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Interviews

Jim Davage’s Transition Trail-or-Park

Jim Davage has a new DH rig and a cutting edge slopestyle bike on which he’s hoping to take Europe by storm this year. Words by Elliot Eveson.

 

Jim Davage rode for Curtis for a long time, he even developed his signature frame the Trail Boss and also Curtis’s DH rig the ThumperX.

Jim Davage has a new DH rig and a cutting edge slopestyle bike on which he’s hoping to take Europe by storm this year…

Taken from Dirt issue 63, May 2007

Jim Davage was winning dirt jump comps even before I got my first DJ specific bike, he’s not old but he’s just been at the forefront from what seems the beginning, he’s sort of the caretaker of the scene. The usual for riders at a comp is the nervousness of everyone at practice, who’s going to try it first, who’s going to set the speed, all the riders sit and natter, after all the nibbling…’nice hub mate…’, ‘yeah cheers…’, ‘what ratio you running?’ and all of that.

When it comes down to the nitty gritty all heads turn to Jim, I’m not sure if he has more experience, better judgement, I know it’s not because he’s a nutter and uncalculated, I think he knows that it just needs to be done, and he has the confidence, and the other riders also have the confidence in him, to get it done.

On the day, so many times, it has been Davage to get things going, and when things get going he always manages to step up his game, go that extra inch and turn it into a show. It’s not that he’s outwardly competitive, he’s probably one of the most laid back riders I know, but he competes really well, keeps everything all friendly like, makes sure he’s having a laugh.

Jim rode for Curtis for a long time, he developed his signature frame the Trail Boss and also Curtis’s DH rig the ThumperX, but this yeah he’s decided to leave Curtis for trans Atlantic company Transition Bikes.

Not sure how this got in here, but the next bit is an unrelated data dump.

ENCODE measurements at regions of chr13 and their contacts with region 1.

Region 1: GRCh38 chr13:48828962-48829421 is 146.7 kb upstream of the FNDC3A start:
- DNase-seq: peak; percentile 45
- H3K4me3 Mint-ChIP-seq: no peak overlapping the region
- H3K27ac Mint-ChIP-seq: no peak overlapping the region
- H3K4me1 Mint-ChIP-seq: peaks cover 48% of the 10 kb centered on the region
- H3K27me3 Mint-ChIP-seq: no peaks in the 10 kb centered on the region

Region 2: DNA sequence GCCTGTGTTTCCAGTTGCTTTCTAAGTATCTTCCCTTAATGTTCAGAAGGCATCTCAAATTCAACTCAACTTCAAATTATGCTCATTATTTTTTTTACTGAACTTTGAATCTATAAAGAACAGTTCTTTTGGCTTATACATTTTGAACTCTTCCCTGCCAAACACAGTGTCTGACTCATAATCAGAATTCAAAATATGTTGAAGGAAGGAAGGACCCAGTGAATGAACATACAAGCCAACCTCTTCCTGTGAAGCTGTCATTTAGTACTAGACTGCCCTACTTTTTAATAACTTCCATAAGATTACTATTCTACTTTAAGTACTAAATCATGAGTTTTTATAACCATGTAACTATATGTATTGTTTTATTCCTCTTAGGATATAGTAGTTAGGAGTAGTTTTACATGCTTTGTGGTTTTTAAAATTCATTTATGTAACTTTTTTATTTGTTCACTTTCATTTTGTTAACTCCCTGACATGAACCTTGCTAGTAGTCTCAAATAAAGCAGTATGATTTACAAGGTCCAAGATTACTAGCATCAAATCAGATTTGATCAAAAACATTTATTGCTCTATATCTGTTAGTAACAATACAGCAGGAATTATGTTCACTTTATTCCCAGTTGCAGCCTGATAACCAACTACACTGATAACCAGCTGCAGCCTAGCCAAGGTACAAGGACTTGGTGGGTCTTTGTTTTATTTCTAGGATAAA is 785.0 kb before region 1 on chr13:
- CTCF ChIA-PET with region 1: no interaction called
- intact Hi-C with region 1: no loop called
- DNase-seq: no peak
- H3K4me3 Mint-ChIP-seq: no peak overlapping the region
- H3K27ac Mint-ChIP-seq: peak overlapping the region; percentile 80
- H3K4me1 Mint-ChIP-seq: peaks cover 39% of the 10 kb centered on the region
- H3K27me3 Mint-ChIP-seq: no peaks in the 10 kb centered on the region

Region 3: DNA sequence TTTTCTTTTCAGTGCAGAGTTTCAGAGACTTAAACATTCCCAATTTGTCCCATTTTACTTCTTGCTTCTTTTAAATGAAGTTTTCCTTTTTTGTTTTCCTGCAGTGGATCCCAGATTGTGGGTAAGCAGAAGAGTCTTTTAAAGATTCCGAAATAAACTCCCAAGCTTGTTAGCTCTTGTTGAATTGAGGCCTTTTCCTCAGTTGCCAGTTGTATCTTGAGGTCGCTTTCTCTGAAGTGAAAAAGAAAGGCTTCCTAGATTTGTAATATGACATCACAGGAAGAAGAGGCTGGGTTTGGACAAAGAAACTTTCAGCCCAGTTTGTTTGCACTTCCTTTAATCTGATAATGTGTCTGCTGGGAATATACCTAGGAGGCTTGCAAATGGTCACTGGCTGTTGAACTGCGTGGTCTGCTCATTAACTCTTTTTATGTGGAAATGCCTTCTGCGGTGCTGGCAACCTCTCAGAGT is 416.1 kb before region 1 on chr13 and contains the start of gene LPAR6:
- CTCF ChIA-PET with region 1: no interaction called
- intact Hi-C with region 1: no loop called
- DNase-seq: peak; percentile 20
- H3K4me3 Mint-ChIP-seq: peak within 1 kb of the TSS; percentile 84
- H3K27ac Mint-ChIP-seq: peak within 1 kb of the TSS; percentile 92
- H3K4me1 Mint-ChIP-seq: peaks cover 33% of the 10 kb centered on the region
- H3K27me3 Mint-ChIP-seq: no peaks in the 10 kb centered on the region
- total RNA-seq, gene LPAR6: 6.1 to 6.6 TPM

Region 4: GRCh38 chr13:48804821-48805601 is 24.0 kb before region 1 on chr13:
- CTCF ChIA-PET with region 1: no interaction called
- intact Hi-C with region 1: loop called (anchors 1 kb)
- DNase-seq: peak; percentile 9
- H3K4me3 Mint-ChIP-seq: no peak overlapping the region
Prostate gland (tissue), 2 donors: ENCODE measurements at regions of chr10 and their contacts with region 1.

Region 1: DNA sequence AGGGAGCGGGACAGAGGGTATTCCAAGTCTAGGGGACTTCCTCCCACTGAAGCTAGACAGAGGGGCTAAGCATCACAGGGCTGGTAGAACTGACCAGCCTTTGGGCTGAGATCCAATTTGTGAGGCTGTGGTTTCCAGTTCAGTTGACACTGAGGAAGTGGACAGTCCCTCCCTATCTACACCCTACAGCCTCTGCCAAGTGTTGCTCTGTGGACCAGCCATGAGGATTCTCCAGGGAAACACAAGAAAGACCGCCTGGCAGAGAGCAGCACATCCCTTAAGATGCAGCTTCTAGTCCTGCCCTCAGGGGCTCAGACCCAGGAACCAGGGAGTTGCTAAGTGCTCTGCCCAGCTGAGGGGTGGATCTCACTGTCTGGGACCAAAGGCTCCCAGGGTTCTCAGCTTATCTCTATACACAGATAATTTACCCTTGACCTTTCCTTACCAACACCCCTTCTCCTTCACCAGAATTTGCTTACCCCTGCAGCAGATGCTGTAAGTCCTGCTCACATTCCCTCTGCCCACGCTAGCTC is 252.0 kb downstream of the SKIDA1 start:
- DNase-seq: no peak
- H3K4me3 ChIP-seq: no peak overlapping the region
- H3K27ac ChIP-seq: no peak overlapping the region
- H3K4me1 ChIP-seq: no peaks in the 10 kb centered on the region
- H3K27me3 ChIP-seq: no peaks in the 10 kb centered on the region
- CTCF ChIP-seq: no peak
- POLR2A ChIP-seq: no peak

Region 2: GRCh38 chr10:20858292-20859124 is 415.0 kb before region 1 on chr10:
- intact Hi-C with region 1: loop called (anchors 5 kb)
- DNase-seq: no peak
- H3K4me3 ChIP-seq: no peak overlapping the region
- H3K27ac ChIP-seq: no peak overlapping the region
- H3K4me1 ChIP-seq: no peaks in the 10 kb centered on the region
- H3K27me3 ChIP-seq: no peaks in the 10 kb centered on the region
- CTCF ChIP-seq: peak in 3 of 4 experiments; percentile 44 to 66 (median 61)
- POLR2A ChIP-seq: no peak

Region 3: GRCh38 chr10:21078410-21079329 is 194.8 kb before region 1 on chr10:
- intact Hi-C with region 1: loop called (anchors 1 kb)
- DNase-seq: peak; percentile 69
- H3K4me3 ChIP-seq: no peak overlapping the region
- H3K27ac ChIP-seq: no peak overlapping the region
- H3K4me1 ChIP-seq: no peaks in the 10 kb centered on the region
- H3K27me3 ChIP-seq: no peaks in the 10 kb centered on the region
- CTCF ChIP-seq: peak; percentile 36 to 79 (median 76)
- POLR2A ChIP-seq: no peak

Click through to view the full gallery of JIm Davage before reading on…

Dirt: Age?

27.

Job?

Bike mechanic.

Home?

Glastonbury, Somerset.

Rear brake left or right?

Left.

24” or 26” wheels

24 are better for park and dirt without a doubt, you need a much stronger/heavier rim on 26” for it to take the abuse, but what ever suits you and what you wanna ride people shouldn’t really bitch about it. I’m now riding 26” because it suits the bike better, it doesn’t make you more of a man to ride 26”, Hey Shaun!

Tell us about your bike?

Clean, clean and simple, it just does the job it’s asked.

Do you use any titanium bolts and lightweight stuff?

I use a titanium axle on my cranks and cut down my seat post a bit, but I’m not a real weight freak to be honest.

Most important part?

Cranks, they’re really strong and have never let me down, you can go wrong with a good 3-piece crank.

Part you break the most?

Nothing in particular, a few tyres now and then.

Have you made any modifications to the bike?

The usual handle bar chop down, 2” at both ends and no spacers under my stem. I turn the seat post round 180º, this just makes the seat sit more angled back and I’ve bent my brake lever bake so it’s 2” away from my grip, and I always run the back wheel as tight to the frame as I can get it.

How would you describe your riding style?

Aggressive, on the limit, some say out of control.

What event did you enjoy the most last year?

The last round of the King of Dirt series at the Track in Cornwall, I didn’t get to ride because I’d broken my wrist, but I judged the competition and then got cidered up with my mates.

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